Deinze - Paediatrics

Paediatric pH-metry

Please note

The info on this page only applies to patients and treatments at St Vincent General Hospital in Deinze.

What is pH-metry?

What is pH-metry?

In pH-metry, we measure the acidity in your child's oesophagus. We also check for reflux of stomach acid into the oesophagus. The heartburn, when it recurs for a long time and frequently, can inflame the oesophagus from the stomach. This initially causes your child pain during acid regurgitation, but later also pain during swallowing.

Indications for pH-metry

Indications for pH-metry

Children, and especially babies, easily suffer from too much reflux of acidic stomach contents into the oesophagus (= reflux). Sometimes this is easy to notice because the child regularly gulps or vomits. In other cases, one can only suspect it, e.g. if the child cries a lot or has persistent respiratory problems.

Course of the procedure

Course of the procedure

To measure the acidity in your child's oesophagus, we place a probe into the lower part of the oesophagus. This probe is inserted through the nose. Inserting the probe is not painful, but it is briefly unpleasant.

Are you pregnant? Always report this as the X-rays can be harmful to the unborn child.

After the probe has been placed by the nurses, an 'X-ray' at the radiology department will check that the probe is in the right place. After this check-up, your child will return to the paediatric ward and will be allowed to eat and drink again.

The probe is connected to a portable recording device, which records all the data. Once the probe is properly positioned, the nurse will start the pH-metry through the device. The pH-metry will now take place in hospital for 24 hours.

One parent (to avoid crowding in this department) may be present at all times when the probe is inserted and checked in the radiology department, to provide comfort if necessary.

As a parent, what can you do for a pH-metry test?

As a parent, what can you do for a pH-metry test?

Before the procedure

  • Bring your child in fasted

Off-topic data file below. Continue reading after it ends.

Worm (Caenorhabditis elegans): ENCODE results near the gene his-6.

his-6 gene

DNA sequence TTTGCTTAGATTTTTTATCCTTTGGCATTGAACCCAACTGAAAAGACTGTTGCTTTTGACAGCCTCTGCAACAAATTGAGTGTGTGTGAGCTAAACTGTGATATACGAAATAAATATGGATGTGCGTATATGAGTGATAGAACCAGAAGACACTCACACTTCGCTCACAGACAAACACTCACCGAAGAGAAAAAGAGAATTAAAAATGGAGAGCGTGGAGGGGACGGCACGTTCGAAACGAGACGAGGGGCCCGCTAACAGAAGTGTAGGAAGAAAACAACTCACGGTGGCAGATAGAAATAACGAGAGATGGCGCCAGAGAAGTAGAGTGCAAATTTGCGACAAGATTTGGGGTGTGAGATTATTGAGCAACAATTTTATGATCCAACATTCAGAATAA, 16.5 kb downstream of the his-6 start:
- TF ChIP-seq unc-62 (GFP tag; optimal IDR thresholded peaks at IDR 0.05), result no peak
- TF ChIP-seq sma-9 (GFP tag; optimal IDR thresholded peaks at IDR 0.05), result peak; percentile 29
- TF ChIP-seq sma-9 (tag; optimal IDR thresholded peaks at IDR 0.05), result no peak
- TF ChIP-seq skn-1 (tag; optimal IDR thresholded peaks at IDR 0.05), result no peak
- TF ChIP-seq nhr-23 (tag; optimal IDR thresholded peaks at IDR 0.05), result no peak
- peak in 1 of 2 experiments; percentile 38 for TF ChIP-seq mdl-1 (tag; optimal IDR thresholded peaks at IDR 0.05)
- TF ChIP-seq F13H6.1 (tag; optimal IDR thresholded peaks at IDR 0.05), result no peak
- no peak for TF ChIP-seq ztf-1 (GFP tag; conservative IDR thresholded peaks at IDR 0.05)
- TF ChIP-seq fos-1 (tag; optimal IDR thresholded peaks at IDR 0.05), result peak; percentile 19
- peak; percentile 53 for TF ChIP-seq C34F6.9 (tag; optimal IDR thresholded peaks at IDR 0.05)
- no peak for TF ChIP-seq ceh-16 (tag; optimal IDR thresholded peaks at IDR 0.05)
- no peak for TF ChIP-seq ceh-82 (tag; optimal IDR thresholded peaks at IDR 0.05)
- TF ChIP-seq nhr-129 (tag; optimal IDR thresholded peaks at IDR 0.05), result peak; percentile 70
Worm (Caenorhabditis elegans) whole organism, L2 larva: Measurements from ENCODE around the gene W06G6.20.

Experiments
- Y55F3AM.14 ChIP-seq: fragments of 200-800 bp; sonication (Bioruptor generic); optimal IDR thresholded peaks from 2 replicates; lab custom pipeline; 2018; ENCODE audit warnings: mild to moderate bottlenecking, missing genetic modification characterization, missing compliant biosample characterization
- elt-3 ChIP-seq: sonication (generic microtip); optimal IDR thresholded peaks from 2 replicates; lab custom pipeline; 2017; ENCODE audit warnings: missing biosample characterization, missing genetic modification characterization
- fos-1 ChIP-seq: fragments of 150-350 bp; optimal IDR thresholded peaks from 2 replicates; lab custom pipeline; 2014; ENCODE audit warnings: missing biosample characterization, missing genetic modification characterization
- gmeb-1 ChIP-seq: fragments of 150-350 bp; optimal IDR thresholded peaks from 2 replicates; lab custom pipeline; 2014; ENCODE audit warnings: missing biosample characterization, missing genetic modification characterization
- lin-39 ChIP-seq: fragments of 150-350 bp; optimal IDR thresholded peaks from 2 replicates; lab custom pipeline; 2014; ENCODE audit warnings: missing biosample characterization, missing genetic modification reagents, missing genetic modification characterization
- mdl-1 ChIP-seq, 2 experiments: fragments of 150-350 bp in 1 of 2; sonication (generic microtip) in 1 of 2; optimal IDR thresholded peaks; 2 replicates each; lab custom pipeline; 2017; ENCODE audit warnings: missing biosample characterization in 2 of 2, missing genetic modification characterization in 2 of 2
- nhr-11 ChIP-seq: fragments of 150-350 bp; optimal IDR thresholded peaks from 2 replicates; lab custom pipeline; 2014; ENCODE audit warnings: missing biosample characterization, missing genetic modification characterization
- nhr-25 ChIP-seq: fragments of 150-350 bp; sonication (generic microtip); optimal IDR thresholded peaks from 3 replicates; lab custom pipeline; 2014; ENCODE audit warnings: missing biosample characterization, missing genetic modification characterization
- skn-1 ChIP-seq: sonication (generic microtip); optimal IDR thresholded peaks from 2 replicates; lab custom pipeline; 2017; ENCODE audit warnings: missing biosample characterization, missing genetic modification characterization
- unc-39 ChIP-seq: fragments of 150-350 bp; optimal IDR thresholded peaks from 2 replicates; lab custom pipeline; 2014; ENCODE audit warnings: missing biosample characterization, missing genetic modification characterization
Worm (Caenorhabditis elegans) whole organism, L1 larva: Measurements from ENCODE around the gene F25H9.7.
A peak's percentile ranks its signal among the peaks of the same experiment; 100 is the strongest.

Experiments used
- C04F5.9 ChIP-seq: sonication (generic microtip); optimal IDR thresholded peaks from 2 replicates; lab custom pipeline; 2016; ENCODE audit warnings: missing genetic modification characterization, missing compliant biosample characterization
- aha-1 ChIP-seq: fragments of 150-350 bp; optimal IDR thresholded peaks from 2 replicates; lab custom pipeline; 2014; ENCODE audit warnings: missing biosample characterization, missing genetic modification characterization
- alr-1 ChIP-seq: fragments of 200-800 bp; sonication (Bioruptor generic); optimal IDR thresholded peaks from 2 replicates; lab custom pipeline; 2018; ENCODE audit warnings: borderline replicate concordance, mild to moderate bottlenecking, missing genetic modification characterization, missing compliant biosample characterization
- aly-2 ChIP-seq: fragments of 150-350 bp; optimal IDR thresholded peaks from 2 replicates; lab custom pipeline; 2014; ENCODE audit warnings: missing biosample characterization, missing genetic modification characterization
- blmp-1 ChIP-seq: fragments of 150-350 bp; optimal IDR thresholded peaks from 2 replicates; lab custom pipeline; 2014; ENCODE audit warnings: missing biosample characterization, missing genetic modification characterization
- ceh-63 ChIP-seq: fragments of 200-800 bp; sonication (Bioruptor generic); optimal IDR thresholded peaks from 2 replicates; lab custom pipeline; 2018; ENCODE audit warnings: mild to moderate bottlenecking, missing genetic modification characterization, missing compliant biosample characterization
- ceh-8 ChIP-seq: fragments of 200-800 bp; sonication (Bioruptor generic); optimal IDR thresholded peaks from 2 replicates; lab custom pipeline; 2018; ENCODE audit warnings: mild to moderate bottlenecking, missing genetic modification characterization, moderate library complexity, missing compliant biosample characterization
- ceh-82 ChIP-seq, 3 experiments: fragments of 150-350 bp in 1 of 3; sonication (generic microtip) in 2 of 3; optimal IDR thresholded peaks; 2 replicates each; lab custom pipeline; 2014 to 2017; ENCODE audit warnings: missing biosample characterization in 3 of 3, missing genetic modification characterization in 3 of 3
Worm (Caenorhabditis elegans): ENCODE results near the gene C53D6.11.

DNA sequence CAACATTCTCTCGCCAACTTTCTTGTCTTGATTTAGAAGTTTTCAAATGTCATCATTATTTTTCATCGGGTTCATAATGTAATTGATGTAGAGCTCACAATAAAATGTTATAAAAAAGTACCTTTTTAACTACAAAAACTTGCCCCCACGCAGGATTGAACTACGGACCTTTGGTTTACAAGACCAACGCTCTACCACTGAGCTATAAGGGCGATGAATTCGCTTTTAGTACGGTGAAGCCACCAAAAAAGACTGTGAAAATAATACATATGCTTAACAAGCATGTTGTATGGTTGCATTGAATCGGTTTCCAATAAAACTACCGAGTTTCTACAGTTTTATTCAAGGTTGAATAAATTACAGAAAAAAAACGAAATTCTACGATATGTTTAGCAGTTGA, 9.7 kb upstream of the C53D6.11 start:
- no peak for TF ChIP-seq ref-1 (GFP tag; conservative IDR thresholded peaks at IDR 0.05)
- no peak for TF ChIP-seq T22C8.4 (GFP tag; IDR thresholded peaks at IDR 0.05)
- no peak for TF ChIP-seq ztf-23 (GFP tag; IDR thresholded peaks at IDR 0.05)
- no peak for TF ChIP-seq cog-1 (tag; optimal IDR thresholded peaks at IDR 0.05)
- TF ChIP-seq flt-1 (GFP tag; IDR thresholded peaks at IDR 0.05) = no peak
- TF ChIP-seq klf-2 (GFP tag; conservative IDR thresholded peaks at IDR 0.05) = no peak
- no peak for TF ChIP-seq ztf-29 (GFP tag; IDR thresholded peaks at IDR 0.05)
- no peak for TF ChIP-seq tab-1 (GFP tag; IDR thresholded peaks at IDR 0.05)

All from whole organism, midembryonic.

It is important that your child has stopped eating and drinking three hours before the tube is inserted. This is to prevent vomiting during insertion of the probe. In our department, it is customary to place the probe around 9.30am (for a 9am admission) or around 2pm (1.30pm admission), depending on the scheduled pH-metrics. It is then best to make sure your child does not eat and drink after 7am or 11.30am, respectively.

  • Medication use

Is your child already taking acid-reducing medication? If so, consult the paediatrician beforehand to find out whether this medication may be continued or should be stopped.

If you take acid-reducing medication (eg. Zantac®, Ranitidine®, Omeprazole®) to your baby, you should tell the paediatrician or nurse during the admission. Also report when you last administered the medication.

During the procedure

  • Positioning

During the pH-metry, your child's bed should be completely flat. Feel free to comfort your child and to pick it up if necessary.

  • Observations

During the monitoring, it is important to interpret a lot of data on the device. You will get the necessary explanations when the measurement is started.

The probe is stuck to your child's cheek with adhesive plaster. If you notice that the adhesive plaster is in danger of coming off, feel free to notify the nurse.

  • Measuring device

It is necessary to help ensure that the probe is not disconnected from the device and that the device does not get wet. To avoid these issues, a bath is given when the examination is over.

  • Meals

The tube does not obstruct your child during meals. Your child can therefore eat as before during the hospitalisation, unless the physician makes changes. Note: during the examination, you should indicate when the child starts and stops eating.

Results of the examination

Results of the examination

pH <4 = reflux

During the measurement, the nurses will check the pH (acidity) at certain times. It is recommended not to focus on these results. The result of pH-metrics only becomes clear when its full course can be seen on the computer.

The nurses will stop the recording and remove the probe after 24 hours. Removing the probe only takes a few seconds. Your child may experience a prickling in the nose in this process, but is not in pain. The most unpleasant part is loosening the adhesive patch on the face.

The nurses will then put all the data stored in the device on the computer. Afterwards, the paediatrician will come and discuss the result with you.

Possible side effects

Possible side effects
  • Very rarely, throat irritation occurs after insertion of the probe.
  • If your child is not fasted when it is inserted, it may vomit.

Do you have any questions?

Do you have any questions?

Do you have any questions after reading this information? You can always contact your attending physician through the secretariat or a ward nurse: +32 (0)9 387 72 40.

Deinze - Paediatrics secretariat

Tel. +32 9 387 72 48

Are you worried or do have questions about your child's admission? You can contact the nurse in the paediatrics secretariat during the day . Please ask the paediatrics secretariat your non-urgent questions by email or by phone.

8am to 6pm8am to 6pm8am to 6pm8am to 6pm8am to 6pm

If the secretariat is unable to help you, the paediatrics nurse at St Vincent General Hospital in Deinze can also advise you.



Download the leaflet on pH-metry for children here.